When my friend extended the invitation I suggested smuggling in a bottle of Pinot Gris and a chicken salad hamper (and, fished from the back of my cupboard, a couple of pairs of opera glasses, with which to analyze the form). “Don’t you dare, you’ll be killed” said he. I’ve brought the two pairs of binoculars, but play is far too rapid on this vast field to follow the ball. I get some beers and fries between the first and second quarters.

The Tigers and the Blues seem to be playing quite different styles of game tonight. The Richmond players employ rapid hand passes back and forth, zigzagging around the Carlton players, and trying to get enough room for a decent kick. The Blues are playing a much more spacious game, and more often than not during the opening half hour their players are where the ball is falling. At the end of the first quarter it seems the Tigers, trailing by 19 points, are getting creamed. But for the rest of the game they manage to push ahead.

“Aussie Rules” originated in Melbourne in the 1850s as a game to keep cricketers fit during the winter off-season. It borrowed elements of Gaelic football and Rugby, both played by British and Irish immigrants pouring into Victoria during the gold rush. It may also have been inspired by a local Aboriginal game, Marngrook, which used a ball of stuffed possum hide. The local native term for a high leap to catch the ball was “mumarki,” from where the term to “mark” the ball may have originated. The first code of rules was drawn up in 1859 at the Parade Hotel in Richmond, close to where we are at the MCG.

By the 1870s there were a number of competing teams in the inner districts of Melbourne: Carlton, Collingwood, Essendon, Fitzroy, Geelong, Melbourne, St Kilda and South Melbourne. The Victorian Football League was established in 1896. The game soon spread to other towns and Australian colonies, then New Zealand and South Africa. Major league football has always been a Victorian game though. In New South Wales and Queensland rugby is king. There used to be few interstate Aussie Rules matches, but in the 1980s several Melbourne teams migrated to other cities, and the Australian Football League was established in 1989. If you want to see footy in North America you’ve got the Ontario Australian Football League, with a dozen teams competing this year.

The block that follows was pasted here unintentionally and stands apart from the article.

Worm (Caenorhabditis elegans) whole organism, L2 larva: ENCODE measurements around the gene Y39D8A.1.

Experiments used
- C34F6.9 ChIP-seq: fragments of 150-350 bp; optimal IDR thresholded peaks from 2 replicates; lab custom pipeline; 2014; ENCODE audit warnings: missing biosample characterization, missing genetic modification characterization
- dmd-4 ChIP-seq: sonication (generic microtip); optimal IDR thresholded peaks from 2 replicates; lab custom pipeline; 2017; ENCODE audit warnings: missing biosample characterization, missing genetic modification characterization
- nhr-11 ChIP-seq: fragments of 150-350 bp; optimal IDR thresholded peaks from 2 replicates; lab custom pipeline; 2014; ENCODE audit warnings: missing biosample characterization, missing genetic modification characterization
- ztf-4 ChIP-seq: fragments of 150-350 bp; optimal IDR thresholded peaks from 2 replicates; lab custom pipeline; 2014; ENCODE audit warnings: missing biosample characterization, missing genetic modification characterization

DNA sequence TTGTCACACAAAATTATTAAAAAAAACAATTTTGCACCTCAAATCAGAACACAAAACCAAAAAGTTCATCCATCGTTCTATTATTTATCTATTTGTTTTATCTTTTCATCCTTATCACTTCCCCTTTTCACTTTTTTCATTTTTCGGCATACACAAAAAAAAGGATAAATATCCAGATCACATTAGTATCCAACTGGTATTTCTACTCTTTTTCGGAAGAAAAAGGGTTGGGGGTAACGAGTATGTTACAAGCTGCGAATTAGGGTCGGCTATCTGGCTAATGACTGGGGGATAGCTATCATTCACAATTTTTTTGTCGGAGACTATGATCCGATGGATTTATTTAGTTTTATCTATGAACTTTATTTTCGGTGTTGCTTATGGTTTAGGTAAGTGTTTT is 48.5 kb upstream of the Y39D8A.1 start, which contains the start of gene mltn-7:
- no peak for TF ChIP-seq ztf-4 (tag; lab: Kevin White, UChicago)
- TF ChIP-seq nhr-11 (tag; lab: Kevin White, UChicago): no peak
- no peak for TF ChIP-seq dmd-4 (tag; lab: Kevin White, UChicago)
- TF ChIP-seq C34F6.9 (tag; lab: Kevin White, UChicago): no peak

I begin to notice how messy the performance is tonight. Rapid, with bone crunching contact, and high arching leaps to mark the ball, but the ball gets dropped enough times for me to become aware of the clumsiness of play. I’m excited to be here, but there are groans all around at the mediocre level of tonight’s game. Carlton hasn’t been good in a decade, and Richmond in more than two, says Andy. They were gods when my brother and I were young, but they’ve both been on the bottom half of the ladder for the past few years. The level of play seems to be infuriating a lot of the spectators. There are a few good precise, difficult kicks from both sides, but a lot of easy goals get missed. What the hell is going on?

The crowd is good-natured, there are plenty of women along, and kids with oversized football jerseys, clutching half-size red leather balls, wear team coloured war paint on their bright and shiny little faces. Booing and roaring erupt from all quarters. The jesting is rarely hostile (it’s ironic that cricket, the gentleman’s game, has lately been marred by racist taunts toward visiting African and Asian players). I’ve developed a high piercing finger whistle that gets angry winces from the guys in front of us—Carlton supporters obviously—so I better stop it. There’s not much noise from Andy though. He murmurs indignation at Richmond’s poor show, perhaps a sigh of resignation, or an occasional approving nod at a reasonable kick. I roar with red-faced plebeian gusto along with the rest, having a blast. Finally, I register a genteel yell from my friend, “pick em up you fucking idiots.” The game is getting slaughtered. In the end, Richmond stumbles forward to collect an undeserved win: 12 goals 20 points (92 – a goal being 6 points) to Carlton’s 11 goals 18 (84).

Two and a half hours have gone by fast. It’s raining as the crowd empties out of the stadium like water pouring through holes in the bottom of a steel drum.

And now, back to where we are at the Royal Hotel. It’s the pub where Richmond footy club was founded in 1908. It’s got topless barmaids now. The mostly male crowd is very loud, mooing and rumbling in beery satisfaction. I manage to get myself back to the bar without having been sprayed with “pew-er fucken alcohol.” Andy’s got a sparkly-eyed grin. Maybe the look on my face is just as boyishly callow as the look on his, as if the steel-smiling English backpacker barmaid just dipped her nipples into our pints of Kilkenny and proffered her frothy tits for us to lick.

This essay first appeared in the monthly magazine Black Lamb, which can be seen at http://www.blacklamb.org